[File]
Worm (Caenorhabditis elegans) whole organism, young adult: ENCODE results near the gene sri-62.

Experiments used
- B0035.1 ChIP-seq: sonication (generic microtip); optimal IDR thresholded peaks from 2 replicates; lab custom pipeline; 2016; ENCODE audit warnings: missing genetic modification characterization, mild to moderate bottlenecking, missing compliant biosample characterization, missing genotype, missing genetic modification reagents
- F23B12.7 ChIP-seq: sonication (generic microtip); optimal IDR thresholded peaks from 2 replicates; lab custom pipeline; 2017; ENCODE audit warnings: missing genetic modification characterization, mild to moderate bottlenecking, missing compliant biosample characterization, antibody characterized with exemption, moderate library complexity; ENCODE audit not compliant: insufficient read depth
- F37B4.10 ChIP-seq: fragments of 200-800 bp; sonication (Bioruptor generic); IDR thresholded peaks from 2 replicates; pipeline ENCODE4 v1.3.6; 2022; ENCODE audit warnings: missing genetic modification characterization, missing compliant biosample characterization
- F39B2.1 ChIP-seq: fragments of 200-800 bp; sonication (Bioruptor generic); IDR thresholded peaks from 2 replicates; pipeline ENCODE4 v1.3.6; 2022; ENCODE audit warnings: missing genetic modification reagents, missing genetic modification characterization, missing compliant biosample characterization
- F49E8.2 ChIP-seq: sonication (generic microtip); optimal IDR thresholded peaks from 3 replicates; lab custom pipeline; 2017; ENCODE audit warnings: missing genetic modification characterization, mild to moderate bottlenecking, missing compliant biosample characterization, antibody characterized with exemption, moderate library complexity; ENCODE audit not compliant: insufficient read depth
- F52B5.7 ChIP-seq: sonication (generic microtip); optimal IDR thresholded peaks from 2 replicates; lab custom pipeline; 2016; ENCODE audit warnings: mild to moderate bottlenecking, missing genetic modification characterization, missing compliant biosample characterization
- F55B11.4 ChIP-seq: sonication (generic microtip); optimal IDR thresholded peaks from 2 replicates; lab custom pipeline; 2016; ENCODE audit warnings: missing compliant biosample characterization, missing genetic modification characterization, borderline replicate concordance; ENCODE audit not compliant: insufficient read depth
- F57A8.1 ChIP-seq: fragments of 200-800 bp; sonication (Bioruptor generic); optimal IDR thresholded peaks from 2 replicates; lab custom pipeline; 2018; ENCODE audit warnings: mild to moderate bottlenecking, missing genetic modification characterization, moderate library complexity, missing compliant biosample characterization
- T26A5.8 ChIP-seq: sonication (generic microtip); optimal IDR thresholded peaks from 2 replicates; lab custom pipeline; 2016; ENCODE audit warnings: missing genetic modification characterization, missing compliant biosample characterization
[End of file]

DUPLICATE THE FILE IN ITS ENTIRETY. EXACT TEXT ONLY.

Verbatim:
Worm (Caenorhabditis elegans) whole organism, young adult: ENCODE results near the gene sri-62.

Experiments used
- B0035.1 ChIP-seq: sonication (generic microtip); optimal IDR thresholded peaks from 2 replicates; lab custom pipeline; 2016; ENCODE audit warnings: missing genetic modification characterization, mild to moderate bottlenecking, missing compliant biosample characterization, missing genotype, missing genetic modification reagents
- F23B12.7 ChIP-seq: sonication (generic microtip); optimal IDR thresholded peaks from 2 replicates; lab custom pipeline; 2017; ENCODE audit warnings: missing genetic modification characterization, mild to moderate bottlenecking, missing compliant biosample characterization, antibody characterized with exemption, moderate library complexity; ENCODE audit not compliant: insufficient read depth
- F37B4.10 ChIP-seq: fragments of 200-800 bp; sonication (Bioruptor generic); IDR thresholded peaks from 2 replicates; pipeline ENCODE4 v1.3.6; 2022; ENCODE audit warnings: missing genetic modification characterization, missing compliant biosample characterization
- F39B2.1 ChIP-seq: fragments of 200-800 bp; sonication (Bioruptor generic); IDR thresholded peaks from 2 replicates; pipeline ENCODE4 v1.3.6; 2022; ENCODE audit warnings: missing genetic modification reagents, missing genetic modification characterization, missing compliant biosample characterization
- F49E8.2 ChIP-seq: sonication (generic microtip); optimal IDR thresholded peaks from 3 replicates; lab custom pipeline; 2017; ENCODE audit warnings: missing genetic modification characterization, mild to moderate bottlenecking, missing compliant biosample characterization, antibody characterized with exemption, moderate library complexity; ENCODE audit not compliant: insufficient read depth
- F52B5.7 ChIP-seq: sonication (generic microtip); optimal IDR thresholded peaks from 2 replicates; lab custom pipeline; 2016; ENCODE audit warnings: mild to moderate bottlenecking, missing genetic modification characterization, missing compliant biosample characterization
- F55B11.4 ChIP-seq: sonication (generic microtip); optimal IDR thresholded peaks from 2 replicates; lab custom pipeline; 2016; ENCODE audit warnings: missing compliant biosample characterization, missing genetic modification characterization, borderline replicate concordance; ENCODE audit not compliant: insufficient read depth
- F57A8.1 ChIP-seq: fragments of 200-800 bp; sonication (Bioruptor generic); optimal IDR thresholded peaks from 2 replicates; lab custom pipeline; 2018; ENCODE audit warnings: mild to moderate bottlenecking, missing genetic modification characterization, moderate library complexity, missing compliant biosample characterization
- T26A5.8 ChIP-seq: sonication (generic microtip); optimal IDR thresholded peaks from 2 replicates; lab custom pipeline; 2016; ENCODE audit warnings: missing genetic modification characterization, missing compliant biosample characterization